distillation boundary

Fig. 4.13 Case study on the effect of reaction kinetics on distillation of formaldehyde + water + methanol mixtures at 1 bar

predicts a top product that is almost pure methanol for the investigated distillation process, the result from the model, which takes into account reaction kinetics, shows that the top product contains considerable amounts of formaldehyde and water, which is in agreement with the findings from technical distillations.

The formaldehyde + water + methanol system is just one example for many technically important systems, which are intrinsically chemically reactive. Other examples include aqueous solutions of weak electrolytes, such as amine solutions used to scrub carbon dioxide and other sour gases from gaseous streams, or the solutions containing bases used for chemical extraction of acids from aqueous streams. In many of these cases, the key to the development of predictive thermo-dynamic models is a quantitative model of the often complex chemical reactions in those mixtures. The necessary information often only can be obtained using spectroscopic methods [25],

In all these cases, it is essential to use thermodynamic consistent models. As an example, modeling results for the azeotrope in the formaldehyde + water system are discussed in more detail here using Fig. 4.14. Note that this azeotrope is in fact one of the technically most important examples for a reactive azeotrope. The left side of Fig. 4.14 shows results from a thermodynamic consistent model of the system formaldehyde + water [22]. At 140 °C the pressure is plotted as a function of the overall formaldehyde concentration xFA. There is a low boiling azeotrope at about xFA = 0.5 mol/mol. The right side of Fig. 4.14 shows the result that is obtained, when in that model arbitrarily K is set to unity, while the activity coefficients are still used in the phase equilibrium calculation. Hence, the resulting model is inconsistent. It is not important here that the vapor-liquid equilibrium calculated with that modified model is strongly shifted, which only underlines the influence of liquid-phase non-idealities in that system. The important message from the plot on the right side of Fig. 4.14 is that applying the inconsistent model leads to a completely erroneous shape of the dew and bubble line. The dew and the bubble line do not touch with a horizontal tangent as in the picture of the left hand side of Fig. 4.14 (which is a result of the Gibbs-Konovalev theorem applied to reactive solutions in equilibrium) but intersect twice. Formally, there are two concentrations at which the condition for the reactive azeotrope xFA = yFA is fulfilled and two other concentrations at which the dew and the bubble line pressures are maximal. Obviously, it is not even worth to try to interpret this and a use of such an inconsistent model can not be recommended.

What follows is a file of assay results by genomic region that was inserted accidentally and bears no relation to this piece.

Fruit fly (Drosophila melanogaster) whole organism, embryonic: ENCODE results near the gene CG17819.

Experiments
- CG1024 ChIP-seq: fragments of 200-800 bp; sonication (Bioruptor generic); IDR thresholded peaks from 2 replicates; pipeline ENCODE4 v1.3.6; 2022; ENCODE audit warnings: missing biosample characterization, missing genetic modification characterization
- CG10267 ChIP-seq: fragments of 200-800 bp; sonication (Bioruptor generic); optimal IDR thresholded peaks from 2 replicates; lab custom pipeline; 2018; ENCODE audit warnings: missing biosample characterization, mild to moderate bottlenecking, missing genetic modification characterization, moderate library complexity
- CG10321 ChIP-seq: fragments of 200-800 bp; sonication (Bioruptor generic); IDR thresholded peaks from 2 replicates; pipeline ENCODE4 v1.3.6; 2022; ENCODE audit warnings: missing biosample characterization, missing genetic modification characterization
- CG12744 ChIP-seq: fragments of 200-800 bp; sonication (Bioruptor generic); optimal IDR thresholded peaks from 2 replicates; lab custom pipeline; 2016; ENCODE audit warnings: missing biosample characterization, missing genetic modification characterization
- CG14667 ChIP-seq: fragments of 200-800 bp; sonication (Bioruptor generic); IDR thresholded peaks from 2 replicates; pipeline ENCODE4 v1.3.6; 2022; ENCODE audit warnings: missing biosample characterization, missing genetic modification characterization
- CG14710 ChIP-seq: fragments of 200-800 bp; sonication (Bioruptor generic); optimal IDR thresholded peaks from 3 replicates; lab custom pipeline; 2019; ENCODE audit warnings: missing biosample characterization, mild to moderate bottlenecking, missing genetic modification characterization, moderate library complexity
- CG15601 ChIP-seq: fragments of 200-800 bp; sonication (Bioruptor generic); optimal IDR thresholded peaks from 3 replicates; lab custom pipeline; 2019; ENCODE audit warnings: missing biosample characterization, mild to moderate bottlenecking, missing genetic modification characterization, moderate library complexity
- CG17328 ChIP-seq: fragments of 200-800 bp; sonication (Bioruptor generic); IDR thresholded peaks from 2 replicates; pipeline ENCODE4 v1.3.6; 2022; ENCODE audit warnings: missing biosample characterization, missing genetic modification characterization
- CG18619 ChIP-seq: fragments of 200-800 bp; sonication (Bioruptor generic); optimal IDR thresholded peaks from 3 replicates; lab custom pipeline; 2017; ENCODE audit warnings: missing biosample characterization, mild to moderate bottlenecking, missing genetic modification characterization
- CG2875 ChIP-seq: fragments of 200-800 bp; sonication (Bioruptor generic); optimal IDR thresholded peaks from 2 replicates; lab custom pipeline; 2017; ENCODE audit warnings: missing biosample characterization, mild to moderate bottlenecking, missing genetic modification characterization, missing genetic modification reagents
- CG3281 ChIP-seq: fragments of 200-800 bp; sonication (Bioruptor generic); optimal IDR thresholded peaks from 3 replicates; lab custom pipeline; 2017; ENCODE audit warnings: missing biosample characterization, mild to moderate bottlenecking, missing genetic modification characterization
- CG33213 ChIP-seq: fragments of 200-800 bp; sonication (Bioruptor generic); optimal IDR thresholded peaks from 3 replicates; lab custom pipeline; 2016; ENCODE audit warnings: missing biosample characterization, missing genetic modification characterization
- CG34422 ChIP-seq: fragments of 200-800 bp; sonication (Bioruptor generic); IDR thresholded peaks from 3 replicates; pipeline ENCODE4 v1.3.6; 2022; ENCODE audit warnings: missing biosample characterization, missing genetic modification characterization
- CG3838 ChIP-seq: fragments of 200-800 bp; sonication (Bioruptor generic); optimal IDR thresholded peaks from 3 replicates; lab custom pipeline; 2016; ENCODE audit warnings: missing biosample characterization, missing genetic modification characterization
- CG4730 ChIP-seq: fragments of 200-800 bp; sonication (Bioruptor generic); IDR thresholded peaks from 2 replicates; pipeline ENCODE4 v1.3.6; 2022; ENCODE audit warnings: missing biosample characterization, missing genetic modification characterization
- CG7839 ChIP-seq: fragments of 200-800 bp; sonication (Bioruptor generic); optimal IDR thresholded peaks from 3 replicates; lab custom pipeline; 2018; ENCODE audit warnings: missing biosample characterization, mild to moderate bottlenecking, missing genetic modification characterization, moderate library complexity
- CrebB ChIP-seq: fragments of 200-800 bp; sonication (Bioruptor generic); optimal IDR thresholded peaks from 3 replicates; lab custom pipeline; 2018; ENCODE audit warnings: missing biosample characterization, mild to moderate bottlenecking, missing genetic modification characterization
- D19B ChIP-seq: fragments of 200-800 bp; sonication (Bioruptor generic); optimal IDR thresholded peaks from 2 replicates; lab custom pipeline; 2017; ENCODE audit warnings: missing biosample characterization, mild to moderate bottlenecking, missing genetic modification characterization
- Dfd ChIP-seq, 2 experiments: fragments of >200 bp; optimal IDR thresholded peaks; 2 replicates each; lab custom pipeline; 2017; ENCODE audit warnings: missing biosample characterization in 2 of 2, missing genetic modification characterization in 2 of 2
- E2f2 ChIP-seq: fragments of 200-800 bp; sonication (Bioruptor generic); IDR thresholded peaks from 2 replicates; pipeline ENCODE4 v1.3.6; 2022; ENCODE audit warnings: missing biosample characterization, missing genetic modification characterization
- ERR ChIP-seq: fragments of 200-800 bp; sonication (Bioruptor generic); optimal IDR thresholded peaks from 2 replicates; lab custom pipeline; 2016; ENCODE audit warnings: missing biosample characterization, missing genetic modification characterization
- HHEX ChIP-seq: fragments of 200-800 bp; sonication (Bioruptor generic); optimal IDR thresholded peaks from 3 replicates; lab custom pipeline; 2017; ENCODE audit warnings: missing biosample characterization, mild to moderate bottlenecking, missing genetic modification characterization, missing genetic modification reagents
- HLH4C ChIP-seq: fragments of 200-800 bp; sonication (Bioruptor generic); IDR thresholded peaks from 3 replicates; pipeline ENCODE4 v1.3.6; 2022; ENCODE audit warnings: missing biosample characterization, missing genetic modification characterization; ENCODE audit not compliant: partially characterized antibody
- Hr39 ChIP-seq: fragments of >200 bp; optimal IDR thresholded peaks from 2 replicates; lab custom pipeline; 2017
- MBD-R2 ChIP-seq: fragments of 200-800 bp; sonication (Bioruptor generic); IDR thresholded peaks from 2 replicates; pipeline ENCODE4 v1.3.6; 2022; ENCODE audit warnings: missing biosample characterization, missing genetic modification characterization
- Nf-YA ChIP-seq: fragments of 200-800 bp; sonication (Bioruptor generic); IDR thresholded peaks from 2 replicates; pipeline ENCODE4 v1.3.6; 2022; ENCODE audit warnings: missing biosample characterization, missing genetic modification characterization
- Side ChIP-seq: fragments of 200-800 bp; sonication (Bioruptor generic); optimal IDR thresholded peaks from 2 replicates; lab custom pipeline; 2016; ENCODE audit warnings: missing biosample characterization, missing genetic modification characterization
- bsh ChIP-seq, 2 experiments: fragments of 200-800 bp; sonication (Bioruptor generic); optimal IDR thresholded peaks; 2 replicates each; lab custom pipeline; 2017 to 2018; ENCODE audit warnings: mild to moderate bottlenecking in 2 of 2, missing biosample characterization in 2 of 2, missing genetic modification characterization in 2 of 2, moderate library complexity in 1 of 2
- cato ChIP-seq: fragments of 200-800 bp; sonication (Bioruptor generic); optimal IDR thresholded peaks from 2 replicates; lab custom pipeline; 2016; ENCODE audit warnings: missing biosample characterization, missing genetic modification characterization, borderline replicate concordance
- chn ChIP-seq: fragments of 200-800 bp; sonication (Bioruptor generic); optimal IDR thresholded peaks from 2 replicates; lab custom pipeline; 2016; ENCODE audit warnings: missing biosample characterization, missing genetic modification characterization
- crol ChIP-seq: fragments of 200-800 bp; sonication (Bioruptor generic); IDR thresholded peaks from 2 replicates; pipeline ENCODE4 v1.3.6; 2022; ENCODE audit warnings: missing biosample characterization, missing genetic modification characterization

The examples given in this and the previous sections underline the necessity for using thermodynamic consistent models of chemical equilibria and phase equilibria. It should be kept in mind that this also applies to reaction kinetic models, which always contain information on the chemical equilibrium. It should, however, be taken into account that there is also a price to pay for the advantages of thermodynamic consistency: the evaluation of phase equilibrium data and chemical equilibrium data can no longer be carried out separately and any change either in the chemical reaction model or in the phase equilibrium model will affect the other model too.

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